Foodtech startup Clean Food Group is on a mission to develop a more sustainable alternative to palm oil. The UK-based team has now ended its seed round, acquired the required intellectual property, and embarked on new partnerships to scale up the development of its pioneering product.
Palm oil is a massive market. It’s hidden in the ingredients list in many (if not most) of the foods consumed on a daily basis around the world. However, palm oil is responsible for majorly devastating environmental and societal impacts.
The global palm oil market is expected to reach about €65 billion by 2027, but it’s driving deforestation in some of the world’s most diverse habitats, it’s emitting millions of tonnes of greenhouse gases, and, the exploitation of workers and child labour has been a significant concern. Knowledge about the harmful impacts of palm oil production is widespread, but, alternatives have been few and far between, and so the problem has continued. Until now.
Clean Food Group is developing an alternative – aiming to be part of the solution to the palm oil crisis.
Clean Food Group
Based in the UK, Clean Food Group (CFG) are developing a viable yeast-based alternative to palm oil. The startup reports that their lab-grown cellular-based alternative could help reduce the detrimental impact of a range of palm-based ingredients – reportedly found in 50% of all packaged products on supermarket shelves.
The startup began this year by acquiring the relevant intellectual property from the University of Bath where the technology has been developed over the last eight years by Professor Chris Chuck and his team. Prior to the acquisition, in excess of €5 million had been spent developing the technology to the stage where it is ready for scale-up and commercialisation.
The foodtech startup also just completed its seed round of €1.96 million – led by Agronomics – and, signed a two-year collaboration agreement with the University of Bath to scale the tech and bring the palm oil alternative to the market.
Funding and Partnerships to Grow
Taking on the palm oil industry is no small feat. To do it, CFG is relying on a combination of cutting-edge tech, strategic partnerships and securing impact investment.
Now with the intellectual property rights to the tech from the University of Bath, the startup has initiated a two-year collaboration agreement with the university. Further, Professor Chris Chuck, the lead developer of the product, has joined the team as a technical advisor and leads a team of scientists at a dedicated Clean Food Group laboratory and Pilot Plant at the University of Bath.
Chris Chuck said: “Our dependence on palm oil comes at a great environmental cost. We’ve worked over many years to create robust palm oil alternatives that give us a real chance to cut the impact of a range of products that until now have only been possible to produce with palm oil and the deforestation, pollution and emissions that come with it.”
This is in addition to the funding secured from Agronomics, a leading company in the field of cellular agriculture. The company has led Clean Food Group’s financing rounds to date including their recently completed seed round. Agronomics holds a 35% interest in the company and Jim Mellon has joined the Board.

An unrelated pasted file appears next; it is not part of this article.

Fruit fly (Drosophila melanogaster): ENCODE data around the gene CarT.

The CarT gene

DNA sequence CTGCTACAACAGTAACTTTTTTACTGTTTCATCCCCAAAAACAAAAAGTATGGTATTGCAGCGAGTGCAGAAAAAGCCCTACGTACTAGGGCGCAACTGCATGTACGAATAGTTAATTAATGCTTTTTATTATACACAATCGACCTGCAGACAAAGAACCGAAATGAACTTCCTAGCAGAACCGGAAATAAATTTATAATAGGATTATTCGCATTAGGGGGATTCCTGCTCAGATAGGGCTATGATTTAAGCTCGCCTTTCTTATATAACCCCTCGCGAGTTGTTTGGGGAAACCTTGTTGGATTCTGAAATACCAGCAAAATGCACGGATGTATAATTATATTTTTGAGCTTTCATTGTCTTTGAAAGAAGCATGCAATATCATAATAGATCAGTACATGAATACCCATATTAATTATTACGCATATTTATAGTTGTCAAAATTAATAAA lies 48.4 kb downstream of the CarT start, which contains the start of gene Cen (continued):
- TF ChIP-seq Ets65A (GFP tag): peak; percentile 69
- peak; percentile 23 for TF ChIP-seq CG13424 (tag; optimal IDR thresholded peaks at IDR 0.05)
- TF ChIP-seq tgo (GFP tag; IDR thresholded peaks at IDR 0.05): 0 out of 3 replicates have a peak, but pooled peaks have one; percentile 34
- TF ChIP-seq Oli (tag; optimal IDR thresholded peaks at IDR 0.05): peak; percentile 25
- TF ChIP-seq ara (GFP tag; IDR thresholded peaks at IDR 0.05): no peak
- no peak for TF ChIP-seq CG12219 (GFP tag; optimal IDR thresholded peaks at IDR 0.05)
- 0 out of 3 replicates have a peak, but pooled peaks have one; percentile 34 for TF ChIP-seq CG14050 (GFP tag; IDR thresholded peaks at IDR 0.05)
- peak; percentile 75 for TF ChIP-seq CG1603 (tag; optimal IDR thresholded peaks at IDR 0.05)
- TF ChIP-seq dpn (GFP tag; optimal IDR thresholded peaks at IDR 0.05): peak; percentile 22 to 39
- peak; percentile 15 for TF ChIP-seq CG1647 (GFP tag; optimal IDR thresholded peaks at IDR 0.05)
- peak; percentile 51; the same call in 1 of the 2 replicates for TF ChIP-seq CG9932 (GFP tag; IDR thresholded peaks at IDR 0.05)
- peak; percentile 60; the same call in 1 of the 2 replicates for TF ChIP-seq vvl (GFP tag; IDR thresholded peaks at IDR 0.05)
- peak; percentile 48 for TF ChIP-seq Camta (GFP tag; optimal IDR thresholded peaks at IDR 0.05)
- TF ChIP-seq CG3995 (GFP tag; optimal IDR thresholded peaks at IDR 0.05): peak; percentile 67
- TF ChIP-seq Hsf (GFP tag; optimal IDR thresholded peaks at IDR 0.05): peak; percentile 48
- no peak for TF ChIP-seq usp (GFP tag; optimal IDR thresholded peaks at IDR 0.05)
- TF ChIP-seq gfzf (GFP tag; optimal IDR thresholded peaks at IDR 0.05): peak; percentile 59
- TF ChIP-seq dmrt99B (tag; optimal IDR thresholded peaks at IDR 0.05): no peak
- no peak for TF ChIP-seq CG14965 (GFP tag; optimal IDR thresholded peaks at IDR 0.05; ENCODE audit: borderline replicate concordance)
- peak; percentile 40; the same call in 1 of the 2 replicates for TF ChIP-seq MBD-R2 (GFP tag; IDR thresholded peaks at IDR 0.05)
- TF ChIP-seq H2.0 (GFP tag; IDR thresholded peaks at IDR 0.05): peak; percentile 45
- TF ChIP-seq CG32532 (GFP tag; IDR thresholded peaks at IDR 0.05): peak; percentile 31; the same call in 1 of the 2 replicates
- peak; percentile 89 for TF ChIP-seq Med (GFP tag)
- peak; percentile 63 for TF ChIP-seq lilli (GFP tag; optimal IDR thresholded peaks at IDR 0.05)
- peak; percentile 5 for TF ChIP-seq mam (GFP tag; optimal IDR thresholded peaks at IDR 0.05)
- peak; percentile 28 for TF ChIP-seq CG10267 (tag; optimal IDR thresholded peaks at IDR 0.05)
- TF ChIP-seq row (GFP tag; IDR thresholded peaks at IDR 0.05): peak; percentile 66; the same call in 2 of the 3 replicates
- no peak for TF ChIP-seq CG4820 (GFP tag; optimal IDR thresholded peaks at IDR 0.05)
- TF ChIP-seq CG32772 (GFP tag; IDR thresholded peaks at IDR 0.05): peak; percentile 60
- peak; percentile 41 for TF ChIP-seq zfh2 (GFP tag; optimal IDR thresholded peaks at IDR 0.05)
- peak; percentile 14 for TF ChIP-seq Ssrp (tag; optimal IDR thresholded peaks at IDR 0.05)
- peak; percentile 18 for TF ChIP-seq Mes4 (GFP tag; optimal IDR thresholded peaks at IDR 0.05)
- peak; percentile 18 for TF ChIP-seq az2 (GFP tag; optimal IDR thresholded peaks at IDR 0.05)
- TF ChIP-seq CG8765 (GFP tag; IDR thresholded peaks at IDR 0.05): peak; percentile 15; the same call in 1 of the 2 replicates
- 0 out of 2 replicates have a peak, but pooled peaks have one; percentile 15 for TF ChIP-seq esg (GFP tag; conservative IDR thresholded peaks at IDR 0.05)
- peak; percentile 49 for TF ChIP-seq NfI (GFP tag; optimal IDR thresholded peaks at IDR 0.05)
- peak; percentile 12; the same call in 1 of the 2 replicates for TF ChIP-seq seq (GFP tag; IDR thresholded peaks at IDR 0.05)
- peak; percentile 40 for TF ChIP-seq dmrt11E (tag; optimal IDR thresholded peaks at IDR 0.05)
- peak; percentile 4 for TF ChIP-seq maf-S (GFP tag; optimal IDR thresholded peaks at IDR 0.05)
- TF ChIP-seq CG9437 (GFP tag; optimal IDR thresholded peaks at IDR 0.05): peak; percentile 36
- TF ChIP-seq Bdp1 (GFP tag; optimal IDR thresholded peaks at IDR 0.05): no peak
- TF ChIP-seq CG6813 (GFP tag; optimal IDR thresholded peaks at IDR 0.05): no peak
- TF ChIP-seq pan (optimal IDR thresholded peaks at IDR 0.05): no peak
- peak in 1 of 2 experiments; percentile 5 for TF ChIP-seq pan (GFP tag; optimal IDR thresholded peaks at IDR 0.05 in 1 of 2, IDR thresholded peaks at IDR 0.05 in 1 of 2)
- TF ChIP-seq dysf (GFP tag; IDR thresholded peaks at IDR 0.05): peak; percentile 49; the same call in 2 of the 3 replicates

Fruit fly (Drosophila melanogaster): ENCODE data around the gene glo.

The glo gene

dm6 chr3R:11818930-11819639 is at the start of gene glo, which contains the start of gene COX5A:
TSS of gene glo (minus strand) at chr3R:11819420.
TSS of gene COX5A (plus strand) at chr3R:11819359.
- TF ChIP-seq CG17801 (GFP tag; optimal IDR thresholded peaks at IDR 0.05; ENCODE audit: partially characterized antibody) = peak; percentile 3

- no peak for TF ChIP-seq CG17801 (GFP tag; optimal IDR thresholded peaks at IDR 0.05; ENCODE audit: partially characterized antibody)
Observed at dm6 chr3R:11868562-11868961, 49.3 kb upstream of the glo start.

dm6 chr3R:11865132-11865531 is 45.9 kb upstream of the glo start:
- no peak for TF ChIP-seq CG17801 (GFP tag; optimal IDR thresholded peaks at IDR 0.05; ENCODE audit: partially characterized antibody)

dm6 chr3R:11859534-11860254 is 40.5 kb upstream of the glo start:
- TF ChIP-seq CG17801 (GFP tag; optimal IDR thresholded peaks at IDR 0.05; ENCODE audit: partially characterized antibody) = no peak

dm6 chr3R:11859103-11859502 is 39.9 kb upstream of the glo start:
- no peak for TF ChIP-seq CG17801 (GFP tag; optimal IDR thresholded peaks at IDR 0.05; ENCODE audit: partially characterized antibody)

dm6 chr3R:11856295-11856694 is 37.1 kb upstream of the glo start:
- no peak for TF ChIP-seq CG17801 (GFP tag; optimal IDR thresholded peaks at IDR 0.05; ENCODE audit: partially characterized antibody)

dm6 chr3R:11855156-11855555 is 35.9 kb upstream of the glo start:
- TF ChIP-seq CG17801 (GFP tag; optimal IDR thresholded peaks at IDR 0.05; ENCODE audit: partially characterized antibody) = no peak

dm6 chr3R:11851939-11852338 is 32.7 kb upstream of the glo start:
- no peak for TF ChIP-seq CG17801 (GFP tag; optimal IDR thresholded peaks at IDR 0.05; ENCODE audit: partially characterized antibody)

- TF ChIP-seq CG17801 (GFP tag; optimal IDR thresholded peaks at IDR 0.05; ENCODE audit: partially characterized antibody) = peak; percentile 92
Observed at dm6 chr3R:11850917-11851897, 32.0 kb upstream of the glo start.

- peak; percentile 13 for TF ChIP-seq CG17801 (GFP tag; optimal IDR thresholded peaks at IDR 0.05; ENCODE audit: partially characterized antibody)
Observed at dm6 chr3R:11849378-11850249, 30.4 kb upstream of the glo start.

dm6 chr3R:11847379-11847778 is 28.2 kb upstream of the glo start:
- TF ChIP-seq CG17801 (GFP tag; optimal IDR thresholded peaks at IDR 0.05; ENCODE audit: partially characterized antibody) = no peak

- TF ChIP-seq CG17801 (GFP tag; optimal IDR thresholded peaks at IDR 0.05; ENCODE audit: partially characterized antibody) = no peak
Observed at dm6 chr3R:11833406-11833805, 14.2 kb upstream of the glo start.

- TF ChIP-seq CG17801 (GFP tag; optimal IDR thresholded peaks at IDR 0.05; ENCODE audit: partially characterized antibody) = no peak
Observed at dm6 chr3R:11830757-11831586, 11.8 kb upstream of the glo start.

Other early investors joining Agronomics include AIM listed SEED Innovations Limited, a leading global food and beverage company, as well as venture capital investors.
Alex Neves, co-founder and CEO of Clean Food Group: “We are delighted to work with Professor Chris Chuck and his growing Clean Food Group team at the University of Bath to bring a commercially viable and sustainable alternative to palm oil to market. We have seen such significant demand for our seed financing round and are particularly excited to be working with Agronomics, widely recognised as a pioneer of the cellular agriculture investment community, as our cornerstone investor.”
The palm oil industry is threatening the world’s most important habitats and impacting critically endangered species like the orangutan, pygmy elephant and Sumatran rhino. This process combined with the conversion of carbon-rich peat soils is a major contributor to the climate crisis. The environmental impacts are catastrophic. And so are the societal – more and more reports are exposing worker exploitation and child labour to fuel the palm oil market. A lack of control and oversight over this spiralling sector means that the exploitation of people and environments can only be predicted to worsen.
Now, Clean Food Group is further investing in the development of a large-scale pilot plant and securing regulatory approval for new products. Altogether, it brings the company one step closer to launching a palm oil alternative that is sustainable and can be mass-produced.
Alex Neves added: “With this funding round now successfully completed, we are not only well capitalised to complete the next stage of our corporate development, but are also well placed to take the next step on the path to bringing our palm oil alternative, an ingredient with the potential to solve substantial environmental, food security, health and working environment challenges within the incumbent palm oil supply chain, to market.”